In the corner of his office, André Mendes has a framed portrait of some of the greatest players in Los Angeles Laker history, a fitting image considering he’s running the Broadcasting Board of Governors technology team like Magic Johnson leading the fast break.
We met with Mendes, the agency’s chief information and chief technology officer, at his C Street office where he tells us he is taking an aggressive approach in modernizing the agency’s IT, looking to bring the latest innovations in quickly and efficiently while creating one of federal government’s most technologically advanced agencies in the process.
“You can’t be afraid to take some risks,” Mendes says. “There are some people that are so risk averse they end up garnering the highest risks of all: obsolescence and ambiguity.”
That’s not the case with Mendes, a former professional basketball player in Europe who was the CIO and chief technology officer at PBS during the transition from analog to digital broadcasting and the Global CIO at Special Olympics before coming to the BBG in 2010, his first job within government.
The BBG is an independent agency of the federal government responsible for all non-military, international broadcasting sponsored by the U.S government.
In December, the agency migrated to a cloud e-mail system, upgrading from an obscure Sun offering to Microsoft Office 365. The migration was done in one weekend (just a week before Christmas, during a slightly slower time for the agency) with the following two weeks being used to clean up bugs. Almost 3,000 employees are now on the new system with only those located in remote international locations with very low-bandwidth still on the old system.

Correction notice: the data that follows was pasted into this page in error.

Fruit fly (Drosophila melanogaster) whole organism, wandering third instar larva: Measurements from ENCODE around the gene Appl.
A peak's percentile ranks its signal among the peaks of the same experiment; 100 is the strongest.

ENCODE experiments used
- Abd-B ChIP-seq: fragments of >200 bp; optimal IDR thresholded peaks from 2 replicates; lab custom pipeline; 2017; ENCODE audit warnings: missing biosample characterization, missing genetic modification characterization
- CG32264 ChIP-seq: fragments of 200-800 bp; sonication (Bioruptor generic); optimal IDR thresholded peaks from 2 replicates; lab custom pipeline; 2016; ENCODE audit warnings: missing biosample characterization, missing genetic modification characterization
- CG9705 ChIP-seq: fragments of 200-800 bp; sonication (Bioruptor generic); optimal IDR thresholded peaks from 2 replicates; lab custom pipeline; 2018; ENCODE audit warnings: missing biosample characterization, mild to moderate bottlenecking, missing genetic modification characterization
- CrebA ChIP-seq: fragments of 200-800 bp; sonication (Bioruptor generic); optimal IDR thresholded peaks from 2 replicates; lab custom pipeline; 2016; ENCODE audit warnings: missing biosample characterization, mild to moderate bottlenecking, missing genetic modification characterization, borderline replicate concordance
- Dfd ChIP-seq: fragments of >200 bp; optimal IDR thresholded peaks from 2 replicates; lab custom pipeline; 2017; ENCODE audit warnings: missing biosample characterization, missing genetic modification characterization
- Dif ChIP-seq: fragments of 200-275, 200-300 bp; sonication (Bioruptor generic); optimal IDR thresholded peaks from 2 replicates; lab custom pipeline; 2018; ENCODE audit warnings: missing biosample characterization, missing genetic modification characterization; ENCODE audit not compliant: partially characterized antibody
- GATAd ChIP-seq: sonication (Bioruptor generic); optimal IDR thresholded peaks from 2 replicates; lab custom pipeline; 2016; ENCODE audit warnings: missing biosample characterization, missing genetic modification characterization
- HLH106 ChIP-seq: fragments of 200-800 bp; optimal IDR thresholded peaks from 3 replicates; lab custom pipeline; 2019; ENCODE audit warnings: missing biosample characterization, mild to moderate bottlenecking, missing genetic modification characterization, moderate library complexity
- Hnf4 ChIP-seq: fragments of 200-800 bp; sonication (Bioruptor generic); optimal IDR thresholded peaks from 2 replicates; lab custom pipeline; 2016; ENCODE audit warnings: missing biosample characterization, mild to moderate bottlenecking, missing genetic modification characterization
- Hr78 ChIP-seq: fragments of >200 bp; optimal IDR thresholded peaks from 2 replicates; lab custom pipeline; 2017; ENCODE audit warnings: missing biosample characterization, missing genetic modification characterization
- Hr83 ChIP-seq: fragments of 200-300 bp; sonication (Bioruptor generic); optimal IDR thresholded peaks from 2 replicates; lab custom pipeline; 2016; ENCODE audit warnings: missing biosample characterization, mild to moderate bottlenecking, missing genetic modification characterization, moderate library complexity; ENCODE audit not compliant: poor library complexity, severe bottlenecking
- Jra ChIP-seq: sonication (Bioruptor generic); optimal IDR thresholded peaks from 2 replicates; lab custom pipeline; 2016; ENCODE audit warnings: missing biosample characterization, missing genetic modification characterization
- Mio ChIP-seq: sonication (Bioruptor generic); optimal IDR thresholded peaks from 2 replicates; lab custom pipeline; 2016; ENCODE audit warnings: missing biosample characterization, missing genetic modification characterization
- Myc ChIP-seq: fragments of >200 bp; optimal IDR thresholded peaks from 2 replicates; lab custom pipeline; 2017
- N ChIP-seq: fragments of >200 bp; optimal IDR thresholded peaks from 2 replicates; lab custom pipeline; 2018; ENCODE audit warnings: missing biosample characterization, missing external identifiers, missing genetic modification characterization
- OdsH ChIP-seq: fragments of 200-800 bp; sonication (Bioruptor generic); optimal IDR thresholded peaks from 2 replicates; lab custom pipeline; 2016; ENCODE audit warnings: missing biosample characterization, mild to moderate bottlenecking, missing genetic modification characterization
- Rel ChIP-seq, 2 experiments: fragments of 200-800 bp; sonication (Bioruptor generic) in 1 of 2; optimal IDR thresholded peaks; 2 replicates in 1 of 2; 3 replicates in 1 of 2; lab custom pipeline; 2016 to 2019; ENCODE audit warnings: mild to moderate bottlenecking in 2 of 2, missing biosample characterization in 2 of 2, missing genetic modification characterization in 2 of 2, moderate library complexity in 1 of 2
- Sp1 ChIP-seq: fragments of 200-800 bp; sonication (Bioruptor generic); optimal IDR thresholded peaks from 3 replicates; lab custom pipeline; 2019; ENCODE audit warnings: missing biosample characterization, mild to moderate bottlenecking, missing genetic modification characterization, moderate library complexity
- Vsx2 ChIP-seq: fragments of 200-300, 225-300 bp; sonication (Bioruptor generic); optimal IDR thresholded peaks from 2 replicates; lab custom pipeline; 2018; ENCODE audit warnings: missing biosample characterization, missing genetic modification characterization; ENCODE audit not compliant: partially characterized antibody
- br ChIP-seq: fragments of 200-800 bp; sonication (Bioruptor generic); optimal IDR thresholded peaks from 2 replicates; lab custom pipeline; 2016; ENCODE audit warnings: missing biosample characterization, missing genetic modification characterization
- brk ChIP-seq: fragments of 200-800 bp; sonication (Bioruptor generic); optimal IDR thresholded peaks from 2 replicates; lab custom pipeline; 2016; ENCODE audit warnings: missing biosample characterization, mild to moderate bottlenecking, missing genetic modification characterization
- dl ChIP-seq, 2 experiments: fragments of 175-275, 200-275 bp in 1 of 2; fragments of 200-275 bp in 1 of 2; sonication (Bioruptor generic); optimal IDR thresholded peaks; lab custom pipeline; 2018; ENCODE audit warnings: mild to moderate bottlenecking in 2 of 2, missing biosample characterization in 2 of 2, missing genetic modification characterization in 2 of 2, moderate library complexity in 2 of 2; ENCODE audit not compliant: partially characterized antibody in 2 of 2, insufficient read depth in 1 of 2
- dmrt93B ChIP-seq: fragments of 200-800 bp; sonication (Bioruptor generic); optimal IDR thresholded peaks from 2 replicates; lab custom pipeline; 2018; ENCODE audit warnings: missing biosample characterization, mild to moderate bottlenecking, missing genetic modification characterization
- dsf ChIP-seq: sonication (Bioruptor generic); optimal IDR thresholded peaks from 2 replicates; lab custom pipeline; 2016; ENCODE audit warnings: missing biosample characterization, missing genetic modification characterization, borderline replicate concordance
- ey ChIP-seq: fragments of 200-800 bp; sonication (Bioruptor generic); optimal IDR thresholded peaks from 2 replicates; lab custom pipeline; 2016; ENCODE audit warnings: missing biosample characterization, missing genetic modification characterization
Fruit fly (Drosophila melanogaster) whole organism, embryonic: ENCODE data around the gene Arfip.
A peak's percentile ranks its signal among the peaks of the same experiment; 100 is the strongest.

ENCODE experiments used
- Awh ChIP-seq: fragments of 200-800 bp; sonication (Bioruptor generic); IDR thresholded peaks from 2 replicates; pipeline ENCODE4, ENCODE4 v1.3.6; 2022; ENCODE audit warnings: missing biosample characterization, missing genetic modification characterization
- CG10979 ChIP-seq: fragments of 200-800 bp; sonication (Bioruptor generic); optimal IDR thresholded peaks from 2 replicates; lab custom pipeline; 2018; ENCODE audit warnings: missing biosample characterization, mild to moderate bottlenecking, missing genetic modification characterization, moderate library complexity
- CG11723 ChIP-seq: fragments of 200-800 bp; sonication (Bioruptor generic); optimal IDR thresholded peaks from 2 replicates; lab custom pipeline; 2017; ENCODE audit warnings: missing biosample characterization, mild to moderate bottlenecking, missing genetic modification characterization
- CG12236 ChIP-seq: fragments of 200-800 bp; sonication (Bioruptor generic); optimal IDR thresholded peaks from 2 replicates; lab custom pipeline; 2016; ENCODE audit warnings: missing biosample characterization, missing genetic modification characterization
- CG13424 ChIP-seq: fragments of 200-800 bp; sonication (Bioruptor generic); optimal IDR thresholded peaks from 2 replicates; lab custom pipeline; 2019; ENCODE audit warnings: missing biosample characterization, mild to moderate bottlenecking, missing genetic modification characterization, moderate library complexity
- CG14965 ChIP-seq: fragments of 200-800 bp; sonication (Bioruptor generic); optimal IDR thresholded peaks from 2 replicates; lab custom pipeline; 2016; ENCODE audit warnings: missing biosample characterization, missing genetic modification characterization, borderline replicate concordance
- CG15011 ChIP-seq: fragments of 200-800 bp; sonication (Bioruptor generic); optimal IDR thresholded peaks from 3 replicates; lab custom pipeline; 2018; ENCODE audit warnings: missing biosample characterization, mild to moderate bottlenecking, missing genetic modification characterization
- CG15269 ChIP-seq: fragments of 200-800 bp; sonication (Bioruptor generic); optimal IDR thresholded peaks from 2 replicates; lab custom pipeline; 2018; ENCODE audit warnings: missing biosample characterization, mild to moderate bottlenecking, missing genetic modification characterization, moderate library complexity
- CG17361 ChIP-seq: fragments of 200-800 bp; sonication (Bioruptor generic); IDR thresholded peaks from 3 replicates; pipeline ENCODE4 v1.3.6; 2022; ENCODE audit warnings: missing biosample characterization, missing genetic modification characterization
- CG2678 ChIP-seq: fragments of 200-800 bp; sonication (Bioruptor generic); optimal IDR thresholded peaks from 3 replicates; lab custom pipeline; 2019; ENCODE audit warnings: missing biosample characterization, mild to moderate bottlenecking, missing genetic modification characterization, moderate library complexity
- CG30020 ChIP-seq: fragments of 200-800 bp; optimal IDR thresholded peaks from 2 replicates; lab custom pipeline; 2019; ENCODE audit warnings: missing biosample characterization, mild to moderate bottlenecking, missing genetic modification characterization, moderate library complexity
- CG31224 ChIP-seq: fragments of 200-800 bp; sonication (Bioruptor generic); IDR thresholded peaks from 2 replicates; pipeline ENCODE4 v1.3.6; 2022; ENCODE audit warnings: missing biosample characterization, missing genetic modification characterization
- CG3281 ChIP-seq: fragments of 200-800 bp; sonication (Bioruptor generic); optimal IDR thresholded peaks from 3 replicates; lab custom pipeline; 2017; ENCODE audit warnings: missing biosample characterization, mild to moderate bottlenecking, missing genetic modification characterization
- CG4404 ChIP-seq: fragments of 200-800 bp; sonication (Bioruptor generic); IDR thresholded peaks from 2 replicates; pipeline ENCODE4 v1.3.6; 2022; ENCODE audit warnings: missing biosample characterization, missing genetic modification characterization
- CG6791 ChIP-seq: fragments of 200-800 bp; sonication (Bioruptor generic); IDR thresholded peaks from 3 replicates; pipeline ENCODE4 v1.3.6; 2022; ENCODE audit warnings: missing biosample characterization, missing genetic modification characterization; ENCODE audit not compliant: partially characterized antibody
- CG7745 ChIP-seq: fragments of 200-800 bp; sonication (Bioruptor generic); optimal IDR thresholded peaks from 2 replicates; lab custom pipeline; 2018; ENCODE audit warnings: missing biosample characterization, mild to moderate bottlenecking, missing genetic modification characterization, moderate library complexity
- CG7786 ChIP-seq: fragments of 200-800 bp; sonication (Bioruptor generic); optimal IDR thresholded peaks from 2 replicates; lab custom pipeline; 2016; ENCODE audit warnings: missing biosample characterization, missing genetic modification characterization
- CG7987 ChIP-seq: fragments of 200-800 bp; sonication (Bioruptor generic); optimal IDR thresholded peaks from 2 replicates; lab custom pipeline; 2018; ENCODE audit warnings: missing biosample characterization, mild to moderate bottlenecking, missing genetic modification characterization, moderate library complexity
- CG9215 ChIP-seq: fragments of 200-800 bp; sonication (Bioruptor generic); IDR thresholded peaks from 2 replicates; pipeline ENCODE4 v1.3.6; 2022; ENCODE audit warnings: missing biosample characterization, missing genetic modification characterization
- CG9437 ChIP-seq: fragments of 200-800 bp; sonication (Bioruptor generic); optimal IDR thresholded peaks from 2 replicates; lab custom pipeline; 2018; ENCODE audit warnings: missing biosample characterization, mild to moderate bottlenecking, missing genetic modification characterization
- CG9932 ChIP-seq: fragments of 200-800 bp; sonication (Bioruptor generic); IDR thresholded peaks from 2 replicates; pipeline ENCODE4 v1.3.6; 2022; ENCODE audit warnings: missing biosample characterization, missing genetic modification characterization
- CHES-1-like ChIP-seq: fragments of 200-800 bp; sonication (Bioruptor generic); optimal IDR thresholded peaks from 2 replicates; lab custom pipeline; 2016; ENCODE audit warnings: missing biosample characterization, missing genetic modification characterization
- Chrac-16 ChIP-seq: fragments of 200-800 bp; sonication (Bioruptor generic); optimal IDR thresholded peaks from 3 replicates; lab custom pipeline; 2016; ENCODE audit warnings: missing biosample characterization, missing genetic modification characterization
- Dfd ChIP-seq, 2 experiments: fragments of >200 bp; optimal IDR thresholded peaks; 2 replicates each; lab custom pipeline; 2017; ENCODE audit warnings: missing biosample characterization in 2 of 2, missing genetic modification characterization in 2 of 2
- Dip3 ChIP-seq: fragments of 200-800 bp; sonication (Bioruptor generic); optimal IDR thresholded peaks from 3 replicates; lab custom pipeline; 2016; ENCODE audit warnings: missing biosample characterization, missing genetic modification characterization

He also told us the agency has a mission critical data center in Prague that he is connecting to another here in the states via an NPLS network to become the disaster recovery site for the agency’s data here in the states and vice versa.
The agency is almost finished with a massive virtualization effort with 200+ servers already decommissioned and a goal to, excluding programs that are CPU intensive or don’t make sense to be on a virtualized system, make all of the agency’s servers virtualized by the end of this fiscal year.
Simultaneously, they are virtualizing the agency’s storage platforms. Mendes originally had eight platforms from eight different vendors and is now down to five with hopes to getting down to just three by the completion of their two year strategic plan launched in July 2010.
“In my opinion, this is the only way to do it,” Mendes said of the agency’s aggressive approach to bringing in new technology. “The beautiful thing with technology is that even if you start way behind, you can leapfrog past almost everyone without going through the same steps they did.”
So, how did he do this in a government that in the past has been known for long procurement cycles and different levels of authorization needed to push even simple projects through?
“For me it’s about how you sell it to folks and make them realize this is a joint effort where everyone benefits,” Mendes said. “You make it clear that doing these things will eliminate a lot of downtime, drive down midnight phone calls and decrease the workload, not to mention cut capital, operational and power costs. That freed up budget can then be used to invest in new platforms, creating a cycle of improved efficiency.”
“The thing to realize is that people are ready for change,” Mendes said, “and I tell them to jump on in. The water’s fine and time’s a wastin’.”